For eons and in many different cultures, Seniors have always been revered, respected and recognized as being the wise ones… the experienced ones that guided the community. And, we have learned from one of our recent Foundation blog posts (Senior Moments: The Wise Old Brain) that this level of respect is well-deserved. That is because we increase our levels of “crystallized intelligence,” as we age. Again, according to Wikipedia, crystallized intelligence is the ability to use stored knowledge, skills, and experience. It is about being able to use our skills, based on utilizing the knowledge and experience that is stored in our long term memory.
In other words, as Seniors and Boomer Seniors, we may forget some as we age, but we make up for it by our abilities to utilize our skills and experience based on our larger bases of stored knowledge.
Spotlight on the Hippocampus
Located in the middle part of the brain, the Hippocampus is the part of the brain that deals with forming new memories. It interprets incoming sensory inputs and turns them into memories. It connects emotions and senses, such as sight and smell, with the memories. Not only does it play a role in the formation of the new memories, but it also consolidates information from short to long term memory.
The Hippocampus is constantly sifting through the sensory data that we receive and decides what gets stored into long term memory and what does not. Interestingly, information that has emotional connection, or information that relates to something that we already know, tends to be preferred. Just think about how easily the words from emotional songs that we memorized in our childhood and young adulthood tend to come back, the moment we hear the tune. At just the striking of one or two chords from a popular 50s or 60s song, many of us can instantly recall that song.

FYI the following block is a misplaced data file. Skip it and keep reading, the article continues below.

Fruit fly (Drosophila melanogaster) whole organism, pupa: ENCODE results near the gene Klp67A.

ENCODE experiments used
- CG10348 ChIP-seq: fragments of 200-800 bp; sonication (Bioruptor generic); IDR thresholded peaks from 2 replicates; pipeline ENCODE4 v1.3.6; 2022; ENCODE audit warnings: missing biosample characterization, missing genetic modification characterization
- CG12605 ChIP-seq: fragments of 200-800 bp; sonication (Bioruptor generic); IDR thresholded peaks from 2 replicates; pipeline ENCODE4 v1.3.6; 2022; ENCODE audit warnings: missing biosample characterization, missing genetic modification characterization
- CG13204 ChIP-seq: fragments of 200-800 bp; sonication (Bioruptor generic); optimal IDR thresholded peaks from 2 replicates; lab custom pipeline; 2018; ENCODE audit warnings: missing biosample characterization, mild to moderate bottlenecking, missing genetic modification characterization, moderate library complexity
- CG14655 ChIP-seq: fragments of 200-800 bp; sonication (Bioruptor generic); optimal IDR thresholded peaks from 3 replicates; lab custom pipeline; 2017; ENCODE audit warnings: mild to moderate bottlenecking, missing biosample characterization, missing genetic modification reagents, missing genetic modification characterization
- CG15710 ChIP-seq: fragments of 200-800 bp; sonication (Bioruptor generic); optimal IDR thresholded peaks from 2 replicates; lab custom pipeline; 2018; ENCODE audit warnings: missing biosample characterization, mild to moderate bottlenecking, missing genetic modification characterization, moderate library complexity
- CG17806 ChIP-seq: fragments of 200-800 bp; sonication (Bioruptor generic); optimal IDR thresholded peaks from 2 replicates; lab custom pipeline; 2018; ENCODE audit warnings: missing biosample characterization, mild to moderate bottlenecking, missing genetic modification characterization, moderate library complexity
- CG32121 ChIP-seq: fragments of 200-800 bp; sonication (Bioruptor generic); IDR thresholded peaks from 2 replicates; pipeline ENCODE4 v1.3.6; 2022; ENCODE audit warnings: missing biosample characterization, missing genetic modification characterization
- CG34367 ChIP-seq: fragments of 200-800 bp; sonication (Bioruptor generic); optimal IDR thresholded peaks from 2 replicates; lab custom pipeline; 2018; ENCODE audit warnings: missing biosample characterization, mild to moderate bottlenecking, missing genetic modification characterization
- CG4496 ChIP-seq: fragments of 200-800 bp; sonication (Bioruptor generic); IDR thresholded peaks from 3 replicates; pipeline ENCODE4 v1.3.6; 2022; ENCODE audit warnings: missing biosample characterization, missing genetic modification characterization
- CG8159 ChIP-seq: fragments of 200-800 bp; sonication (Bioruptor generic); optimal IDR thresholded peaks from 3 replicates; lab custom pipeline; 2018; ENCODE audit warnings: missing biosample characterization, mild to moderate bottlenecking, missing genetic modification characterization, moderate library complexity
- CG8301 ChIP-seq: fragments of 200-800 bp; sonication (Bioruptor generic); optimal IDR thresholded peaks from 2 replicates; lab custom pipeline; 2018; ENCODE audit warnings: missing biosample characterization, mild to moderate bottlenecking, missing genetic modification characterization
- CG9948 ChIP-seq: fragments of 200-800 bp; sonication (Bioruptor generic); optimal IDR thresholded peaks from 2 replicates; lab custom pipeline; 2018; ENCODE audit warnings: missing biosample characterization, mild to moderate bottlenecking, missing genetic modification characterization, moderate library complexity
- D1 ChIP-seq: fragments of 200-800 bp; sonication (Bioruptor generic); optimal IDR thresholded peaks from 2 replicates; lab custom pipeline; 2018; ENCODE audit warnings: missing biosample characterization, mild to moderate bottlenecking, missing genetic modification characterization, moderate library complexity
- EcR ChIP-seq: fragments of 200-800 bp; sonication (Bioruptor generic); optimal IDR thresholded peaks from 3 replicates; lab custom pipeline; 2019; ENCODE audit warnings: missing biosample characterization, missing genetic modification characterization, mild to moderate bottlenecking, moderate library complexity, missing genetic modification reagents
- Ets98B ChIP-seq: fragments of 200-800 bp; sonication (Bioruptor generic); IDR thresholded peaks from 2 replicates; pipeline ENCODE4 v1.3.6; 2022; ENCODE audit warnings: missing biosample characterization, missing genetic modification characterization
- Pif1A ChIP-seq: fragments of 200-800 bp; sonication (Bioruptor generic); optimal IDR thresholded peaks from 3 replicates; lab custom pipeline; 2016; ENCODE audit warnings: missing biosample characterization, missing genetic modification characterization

Without the hippocampus, we would not be able to form new memories. We would be stuck in the past. This is what happens with Alzheimer’s and other forms of dementia because the hippocampus is one of the first parts of the brain that is affected by these diseases. However, it also is affected by normal levels of aging. But, we’ve learned that the brain continues to develop and grow, even when we age. That is why it is important for us to pay as much attention to our brain health as to the rest of our bodies.
When we are in our daily routines and follow the same habits every day, the brain can tend to chill out as it becomes less active. But neuroscience is now proving that we can continue to help our brains by mental exercises. A new system called "Neurobics" was developed by Dr. Lawrence C. Katz and Manning Rubin in their book, Keep Your Brain Alive. They suggest that we make novel changes to our daily routines, such as brushing our teeth or brushing our hair with the less dominant hand.
Dr. Katz also recommends utilizing as many of our senses as possible because, as stated in the Hippocampus section, the brain constantly sifts through sensory data. Therefore, think about your different senses and come up with ways in which you can use them that are different and novel. Try some of these ideas:
- Listening to television with your eyes closed
- Watching television with the volume turned down
- Eat a meal in silence
- Eat a meal in a different area of your home
- Jump out of bed and dance in the room
- Move different parts of your body and FEEL the movement from inside
- Throw up and catch a tennis ball with your less dominant hand
- Throw up and catch a tennis ball with the less dominant hand while walking slowly in a familiar place
- Not only that, aerobic exercises, such as a 30-minute walk, will also help to exercise and grow the brain.
What novel brain exercises do you do? Please share with us.
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